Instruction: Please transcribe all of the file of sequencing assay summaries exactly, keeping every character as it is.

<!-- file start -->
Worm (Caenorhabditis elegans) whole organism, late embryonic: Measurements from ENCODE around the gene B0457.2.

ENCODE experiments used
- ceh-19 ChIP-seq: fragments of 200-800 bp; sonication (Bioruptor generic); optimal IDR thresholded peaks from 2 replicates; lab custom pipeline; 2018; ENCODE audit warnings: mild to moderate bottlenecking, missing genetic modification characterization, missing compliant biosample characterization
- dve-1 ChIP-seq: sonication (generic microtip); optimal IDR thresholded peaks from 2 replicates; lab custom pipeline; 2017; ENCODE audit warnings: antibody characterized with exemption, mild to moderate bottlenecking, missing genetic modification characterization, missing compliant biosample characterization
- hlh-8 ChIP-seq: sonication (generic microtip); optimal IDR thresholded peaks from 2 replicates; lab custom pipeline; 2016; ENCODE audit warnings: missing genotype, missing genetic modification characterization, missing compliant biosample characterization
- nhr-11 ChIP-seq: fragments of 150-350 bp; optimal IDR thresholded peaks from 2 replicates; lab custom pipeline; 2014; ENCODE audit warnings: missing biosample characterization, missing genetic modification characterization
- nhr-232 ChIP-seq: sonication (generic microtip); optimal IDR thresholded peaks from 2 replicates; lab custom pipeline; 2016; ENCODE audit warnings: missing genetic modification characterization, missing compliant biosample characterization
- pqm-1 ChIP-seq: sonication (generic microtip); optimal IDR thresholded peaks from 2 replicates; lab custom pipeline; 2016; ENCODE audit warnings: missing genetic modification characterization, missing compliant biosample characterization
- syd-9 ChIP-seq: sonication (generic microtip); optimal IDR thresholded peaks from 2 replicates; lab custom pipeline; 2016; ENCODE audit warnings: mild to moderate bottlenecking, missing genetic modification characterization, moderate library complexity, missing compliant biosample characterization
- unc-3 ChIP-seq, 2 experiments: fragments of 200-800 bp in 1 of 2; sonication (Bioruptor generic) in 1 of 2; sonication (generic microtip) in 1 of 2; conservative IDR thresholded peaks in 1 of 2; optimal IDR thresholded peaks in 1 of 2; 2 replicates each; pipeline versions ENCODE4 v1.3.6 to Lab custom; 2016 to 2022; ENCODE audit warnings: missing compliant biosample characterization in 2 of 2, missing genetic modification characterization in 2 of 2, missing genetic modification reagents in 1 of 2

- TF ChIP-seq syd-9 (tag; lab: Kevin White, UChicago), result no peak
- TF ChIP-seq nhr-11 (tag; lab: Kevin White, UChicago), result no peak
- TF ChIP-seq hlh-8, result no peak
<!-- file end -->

Worm (Caenorhabditis elegans) whole organism, late embryonic: Measurements from ENCODE around the gene B0457.2.

ENCODE experiments used
- ceh-19 ChIP-seq: fragments of 200-800 bp; sonication (Bioruptor generic); optimal IDR thresholded peaks from 2 replicates; lab custom pipeline; 2018; ENCODE audit warnings: mild to moderate bottlenecking, missing genetic modification characterization, missing compliant biosample characterization
- dve-1 ChIP-seq: sonication (generic microtip); optimal IDR thresholded peaks from 2 replicates; lab custom pipeline; 2017; ENCODE audit warnings: antibody characterized with exemption, mild to moderate bottlenecking, missing genetic modification characterization, missing compliant biosample characterization
- hlh-8 ChIP-seq: sonication (generic microtip); optimal IDR thresholded peaks from 2 replicates; lab custom pipeline; 2016; ENCODE audit warnings: missing genotype, missing genetic modification characterization, missing compliant biosample characterization
- nhr-11 ChIP-seq: fragments of 150-350 bp; optimal IDR thresholded peaks from 2 replicates; lab custom pipeline; 2014; ENCODE audit warnings: missing biosample characterization, missing genetic modification characterization
- nhr-232 ChIP-seq: sonication (generic microtip); optimal IDR thresholded peaks from 2 replicates; lab custom pipeline; 2016; ENCODE audit warnings: missing genetic modification characterization, missing compliant biosample characterization
- pqm-1 ChIP-seq: sonication (generic microtip); optimal IDR thresholded peaks from 2 replicates; lab custom pipeline; 2016; ENCODE audit warnings: missing genetic modification characterization, missing compliant biosample characterization
- syd-9 ChIP-seq: sonication (generic microtip); optimal IDR thresholded peaks from 2 replicates; lab custom pipeline; 2016; ENCODE audit warnings: mild to moderate bottlenecking, missing genetic modification characterization, moderate library complexity, missing compliant biosample characterization
- unc-3 ChIP-seq, 2 experiments: fragments of 200-800 bp in 1 of 2; sonication (Bioruptor generic) in 1 of 2; sonication (generic microtip) in 1 of 2; conservative IDR thresholded peaks in 1 of 2; optimal IDR thresholded peaks in 1 of 2; 2 replicates each; pipeline versions ENCODE4 v1.3.6 to Lab custom; 2016 to 2022; ENCODE audit warnings: missing compliant biosample characterization in 2 of 2, missing genetic modification characterization in 2 of 2, missing genetic modification reagents in 1 of 2

- TF ChIP-seq syd-9 (tag; lab: Kevin White, UChicago), result no peak
- TF ChIP-seq nhr-11 (tag; lab: Kevin White, UChicago), result no peak
- TF ChIP-seq hlh-8, result no peak